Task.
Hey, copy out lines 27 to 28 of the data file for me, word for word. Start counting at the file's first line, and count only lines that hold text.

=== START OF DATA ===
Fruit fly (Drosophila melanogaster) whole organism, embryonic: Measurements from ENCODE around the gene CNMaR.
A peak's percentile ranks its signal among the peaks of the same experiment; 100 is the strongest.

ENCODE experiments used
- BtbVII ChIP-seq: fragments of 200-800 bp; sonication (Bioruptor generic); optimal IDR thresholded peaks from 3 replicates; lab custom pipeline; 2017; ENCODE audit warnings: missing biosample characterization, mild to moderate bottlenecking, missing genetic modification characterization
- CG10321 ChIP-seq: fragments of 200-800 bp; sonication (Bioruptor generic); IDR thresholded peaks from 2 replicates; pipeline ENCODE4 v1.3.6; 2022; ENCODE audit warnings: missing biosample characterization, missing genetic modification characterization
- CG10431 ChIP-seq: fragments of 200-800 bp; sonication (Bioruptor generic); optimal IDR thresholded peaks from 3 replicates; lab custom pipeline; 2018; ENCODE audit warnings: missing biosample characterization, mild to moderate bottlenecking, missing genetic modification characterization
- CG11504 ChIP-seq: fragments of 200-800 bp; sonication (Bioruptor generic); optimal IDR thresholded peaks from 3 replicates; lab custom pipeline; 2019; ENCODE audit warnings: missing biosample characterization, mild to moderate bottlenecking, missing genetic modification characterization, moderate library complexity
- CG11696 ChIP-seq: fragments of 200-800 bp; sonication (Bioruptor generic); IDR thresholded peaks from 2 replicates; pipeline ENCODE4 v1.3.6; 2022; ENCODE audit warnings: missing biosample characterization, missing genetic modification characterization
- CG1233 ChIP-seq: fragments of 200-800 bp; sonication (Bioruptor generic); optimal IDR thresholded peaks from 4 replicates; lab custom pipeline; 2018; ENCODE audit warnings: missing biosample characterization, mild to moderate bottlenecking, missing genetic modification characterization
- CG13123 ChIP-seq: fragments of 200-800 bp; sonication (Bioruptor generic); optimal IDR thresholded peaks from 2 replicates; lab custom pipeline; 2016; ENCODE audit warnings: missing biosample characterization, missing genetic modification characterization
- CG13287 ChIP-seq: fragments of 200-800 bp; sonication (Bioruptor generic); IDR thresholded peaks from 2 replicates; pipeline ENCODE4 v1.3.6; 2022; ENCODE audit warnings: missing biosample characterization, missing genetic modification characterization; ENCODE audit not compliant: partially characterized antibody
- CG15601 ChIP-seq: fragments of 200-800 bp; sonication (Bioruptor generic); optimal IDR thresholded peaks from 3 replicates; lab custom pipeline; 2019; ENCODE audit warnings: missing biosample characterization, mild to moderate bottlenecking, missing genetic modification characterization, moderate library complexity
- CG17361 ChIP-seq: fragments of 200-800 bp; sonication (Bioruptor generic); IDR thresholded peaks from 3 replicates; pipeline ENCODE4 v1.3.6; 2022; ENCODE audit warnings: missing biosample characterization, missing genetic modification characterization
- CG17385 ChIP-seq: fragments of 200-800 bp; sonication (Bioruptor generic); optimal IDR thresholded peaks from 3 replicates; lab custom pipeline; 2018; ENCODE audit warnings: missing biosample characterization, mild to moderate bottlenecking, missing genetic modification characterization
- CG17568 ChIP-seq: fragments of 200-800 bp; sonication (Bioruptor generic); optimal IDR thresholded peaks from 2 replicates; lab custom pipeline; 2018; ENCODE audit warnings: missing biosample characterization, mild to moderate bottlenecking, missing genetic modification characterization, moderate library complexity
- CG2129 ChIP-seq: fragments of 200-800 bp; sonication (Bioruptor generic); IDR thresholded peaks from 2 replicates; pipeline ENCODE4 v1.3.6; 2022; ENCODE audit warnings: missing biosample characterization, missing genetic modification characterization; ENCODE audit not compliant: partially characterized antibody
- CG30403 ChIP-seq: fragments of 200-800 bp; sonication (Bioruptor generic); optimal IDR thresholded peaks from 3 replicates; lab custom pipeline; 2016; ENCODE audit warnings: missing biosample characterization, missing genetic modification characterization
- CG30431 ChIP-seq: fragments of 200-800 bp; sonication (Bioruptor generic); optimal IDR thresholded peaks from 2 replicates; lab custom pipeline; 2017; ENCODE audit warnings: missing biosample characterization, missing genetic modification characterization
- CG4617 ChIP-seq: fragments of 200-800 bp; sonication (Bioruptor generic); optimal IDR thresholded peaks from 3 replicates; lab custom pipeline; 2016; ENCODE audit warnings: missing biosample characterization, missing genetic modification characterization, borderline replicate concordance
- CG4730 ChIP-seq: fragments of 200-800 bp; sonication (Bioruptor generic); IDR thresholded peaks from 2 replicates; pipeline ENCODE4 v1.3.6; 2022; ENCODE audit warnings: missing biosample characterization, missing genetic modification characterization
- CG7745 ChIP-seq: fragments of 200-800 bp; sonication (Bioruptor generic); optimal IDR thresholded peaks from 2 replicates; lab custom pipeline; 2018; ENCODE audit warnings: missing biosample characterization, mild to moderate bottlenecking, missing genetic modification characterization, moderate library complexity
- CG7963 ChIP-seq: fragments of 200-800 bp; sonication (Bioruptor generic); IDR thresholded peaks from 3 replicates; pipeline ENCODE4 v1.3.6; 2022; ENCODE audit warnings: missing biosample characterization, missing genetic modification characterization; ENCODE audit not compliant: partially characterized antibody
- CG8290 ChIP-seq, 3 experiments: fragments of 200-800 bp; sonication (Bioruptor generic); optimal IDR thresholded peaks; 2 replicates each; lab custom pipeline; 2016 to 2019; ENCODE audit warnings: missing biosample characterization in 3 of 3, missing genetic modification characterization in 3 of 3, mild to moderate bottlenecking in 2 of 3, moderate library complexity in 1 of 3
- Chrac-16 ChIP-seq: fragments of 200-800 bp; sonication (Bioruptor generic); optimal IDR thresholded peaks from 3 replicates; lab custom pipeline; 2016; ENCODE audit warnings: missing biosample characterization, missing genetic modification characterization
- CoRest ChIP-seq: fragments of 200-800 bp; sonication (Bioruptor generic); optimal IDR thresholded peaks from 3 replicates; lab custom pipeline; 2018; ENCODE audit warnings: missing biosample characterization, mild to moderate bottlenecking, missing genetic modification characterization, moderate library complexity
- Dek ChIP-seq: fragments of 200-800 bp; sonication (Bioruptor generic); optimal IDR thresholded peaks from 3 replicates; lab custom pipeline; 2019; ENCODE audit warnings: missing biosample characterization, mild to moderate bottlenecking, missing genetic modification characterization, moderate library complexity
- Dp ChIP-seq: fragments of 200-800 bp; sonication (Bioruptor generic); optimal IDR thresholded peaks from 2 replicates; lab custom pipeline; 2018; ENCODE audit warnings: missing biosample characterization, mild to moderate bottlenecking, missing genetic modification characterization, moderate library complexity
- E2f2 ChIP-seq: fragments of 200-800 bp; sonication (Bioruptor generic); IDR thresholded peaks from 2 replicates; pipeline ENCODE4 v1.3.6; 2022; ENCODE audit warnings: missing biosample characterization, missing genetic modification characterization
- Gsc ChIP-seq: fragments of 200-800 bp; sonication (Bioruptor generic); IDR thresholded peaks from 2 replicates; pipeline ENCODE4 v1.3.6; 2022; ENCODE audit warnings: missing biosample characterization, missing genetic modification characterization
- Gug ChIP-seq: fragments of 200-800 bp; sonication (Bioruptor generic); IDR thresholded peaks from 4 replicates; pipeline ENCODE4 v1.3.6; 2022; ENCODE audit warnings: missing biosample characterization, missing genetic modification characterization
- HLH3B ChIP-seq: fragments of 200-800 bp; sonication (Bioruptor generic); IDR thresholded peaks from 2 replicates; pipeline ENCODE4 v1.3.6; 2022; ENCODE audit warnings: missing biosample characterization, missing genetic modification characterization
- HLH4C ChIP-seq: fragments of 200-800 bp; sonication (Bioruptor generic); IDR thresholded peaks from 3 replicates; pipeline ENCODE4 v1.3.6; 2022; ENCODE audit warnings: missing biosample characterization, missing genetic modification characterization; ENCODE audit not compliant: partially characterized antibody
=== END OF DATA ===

- Dp ChIP-seq: fragments of 200-800 bp; sonication (Bioruptor generic); optimal IDR thresholded peaks from 2 replicates; lab custom pipeline; 2018; ENCODE audit warnings: missing biosample characterization, mild to moderate bottlenecking, missing genetic modification characterization, moderate library complexity
- E2f2 ChIP-seq: fragments of 200-800 bp; sonication (Bioruptor generic); IDR thresholded peaks from 2 replicates; pipeline ENCODE4 v1.3.6; 2022; ENCODE audit warnings: missing biosample characterization, missing genetic modification characterization